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Professor Barclay's welcome reconsideration of an apparently reasonable but actually reductionist assumption promises to make academic attention to civil appeals more realistic. The assumption in dispute seems the essence of hard-eyed realism: those who appeal results of civil trials hope to win in a higher court what they have not won in lower court. This assumption might be more acceptable to Barclay if rephrased to state that appellants hope to gain in an appeals court what they suspect that they have not obtained at trial. Barclay shows that most civil litigants want to be treated fairly. If such litigants believe that they have a reasonable chance of securing fairness on appeal, they are likely to push for appeal. Barclay contrasts this version of rational decision-making with the prevalent view that litigants are motivated primarily by money to be won or other goods to be secured.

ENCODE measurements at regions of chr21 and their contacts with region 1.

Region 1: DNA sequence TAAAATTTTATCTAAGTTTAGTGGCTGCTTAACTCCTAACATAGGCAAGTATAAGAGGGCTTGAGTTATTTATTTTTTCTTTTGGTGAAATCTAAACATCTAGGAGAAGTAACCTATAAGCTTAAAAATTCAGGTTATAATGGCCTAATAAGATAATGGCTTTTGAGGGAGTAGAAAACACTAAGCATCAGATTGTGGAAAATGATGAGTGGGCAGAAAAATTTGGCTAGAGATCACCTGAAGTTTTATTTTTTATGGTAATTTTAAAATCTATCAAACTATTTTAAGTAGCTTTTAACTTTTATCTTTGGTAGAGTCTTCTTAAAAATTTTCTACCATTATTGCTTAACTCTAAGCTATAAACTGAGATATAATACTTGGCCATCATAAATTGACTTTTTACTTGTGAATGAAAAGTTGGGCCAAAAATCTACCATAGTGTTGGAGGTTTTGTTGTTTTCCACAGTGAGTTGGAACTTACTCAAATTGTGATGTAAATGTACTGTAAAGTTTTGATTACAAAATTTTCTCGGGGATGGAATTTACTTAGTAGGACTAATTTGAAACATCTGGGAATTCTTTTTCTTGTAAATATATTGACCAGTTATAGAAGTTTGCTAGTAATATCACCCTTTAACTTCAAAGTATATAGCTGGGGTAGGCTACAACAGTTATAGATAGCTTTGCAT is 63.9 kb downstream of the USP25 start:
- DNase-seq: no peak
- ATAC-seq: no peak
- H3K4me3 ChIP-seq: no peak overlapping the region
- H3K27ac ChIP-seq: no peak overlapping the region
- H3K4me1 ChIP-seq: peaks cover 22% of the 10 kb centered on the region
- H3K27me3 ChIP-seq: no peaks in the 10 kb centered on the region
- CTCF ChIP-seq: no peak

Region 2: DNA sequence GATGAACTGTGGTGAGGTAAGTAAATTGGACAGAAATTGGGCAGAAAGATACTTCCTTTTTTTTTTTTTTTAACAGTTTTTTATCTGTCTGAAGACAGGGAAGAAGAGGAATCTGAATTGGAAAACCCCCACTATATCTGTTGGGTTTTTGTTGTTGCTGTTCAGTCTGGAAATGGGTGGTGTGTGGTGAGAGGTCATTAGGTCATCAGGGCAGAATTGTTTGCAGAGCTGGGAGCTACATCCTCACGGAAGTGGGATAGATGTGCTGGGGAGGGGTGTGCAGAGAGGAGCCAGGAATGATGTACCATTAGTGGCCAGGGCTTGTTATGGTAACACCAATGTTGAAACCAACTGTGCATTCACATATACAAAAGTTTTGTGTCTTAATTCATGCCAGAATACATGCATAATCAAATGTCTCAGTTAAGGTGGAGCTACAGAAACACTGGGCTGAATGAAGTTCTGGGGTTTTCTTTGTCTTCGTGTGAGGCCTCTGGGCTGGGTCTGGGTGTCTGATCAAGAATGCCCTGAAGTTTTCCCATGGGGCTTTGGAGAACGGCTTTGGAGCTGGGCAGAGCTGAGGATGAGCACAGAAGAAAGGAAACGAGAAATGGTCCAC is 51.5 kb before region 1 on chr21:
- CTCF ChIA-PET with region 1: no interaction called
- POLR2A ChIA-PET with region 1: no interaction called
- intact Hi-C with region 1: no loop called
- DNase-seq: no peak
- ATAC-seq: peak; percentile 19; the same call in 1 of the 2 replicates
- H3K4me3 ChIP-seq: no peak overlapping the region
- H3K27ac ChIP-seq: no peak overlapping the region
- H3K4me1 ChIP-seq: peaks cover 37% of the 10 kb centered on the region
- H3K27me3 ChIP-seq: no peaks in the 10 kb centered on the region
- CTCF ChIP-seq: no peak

Barclay formulates these presumptions - appeal in pursuit of winning versus appeal in pursuit of fair treatment - as opposites so that he and his readers may contrast them systematically, but he explicitly regards them as complementary. Some of Barclay's formulations may puzzle readers at first glance, but on further consideration the complementarities makes sense. For example, Barclay posits that those who adopt the conventional "Outcome-Oriented Approach," the assumption that appellants are interested exclusively or predominately in winning, will tend to regard the process of adjudication by which the outcome was reached as neutral. In contrast, Barclay believes that those who adopt his "Process-Oriented Approach," the assumption that civil appellants' primary motivation is to be treated fairly, will tend to regard outcomes as neutral products of non-neutral processes. Of course, Barclay supposes neither that the outcome-oriented are oblivious to the myriad shortcomings of civil trials nor that civil litigants stung by what they regard as unfair hearings are indifferent to outcomes. Instead, Barclay is articulating the outcome-based and process-based approaches by polar oppositions. In practice, the more outcome-based the orientation of the litigants, the less concerned with process per se they will be; the more concerned litigants are with having a fair hearing, the less preoccupied with winning in and of itself they are likely to be. In actual decisions about appealing, process and outcome interrelate, so any analytic distinction between the complements will break down in practice. However, the inextricability of outcome-orientation from process-orientation underscores Barclay's point: outcome-orientation is not enough. Intuitive as the outcome-oriented view may seem, Barclay's qualitative data from 125 interviews with losing litigants in four venues showed that such a view oversimplifies decisions whether to appeal. Barclay's interviewees were not interested only or even mainly in victory. Most did not believe that they would prevail on appeal. To explain their pursuing appeals nonetheless, litigants stated that they hoped to have appellate judges speak to the wrongs done by opposing parties, acknowledge the perspectives and perceptions of appellants even in the absence of legal relief, and dispense greater procedural, if not distributive, justice. Indeed, some appellants came to focus on the inadequacies of their experience of the civil trial as a central issue. In addition, some appellants wanted to expose their opponents to public scorn even when it was probable that the scorned opponents would prevail anyway.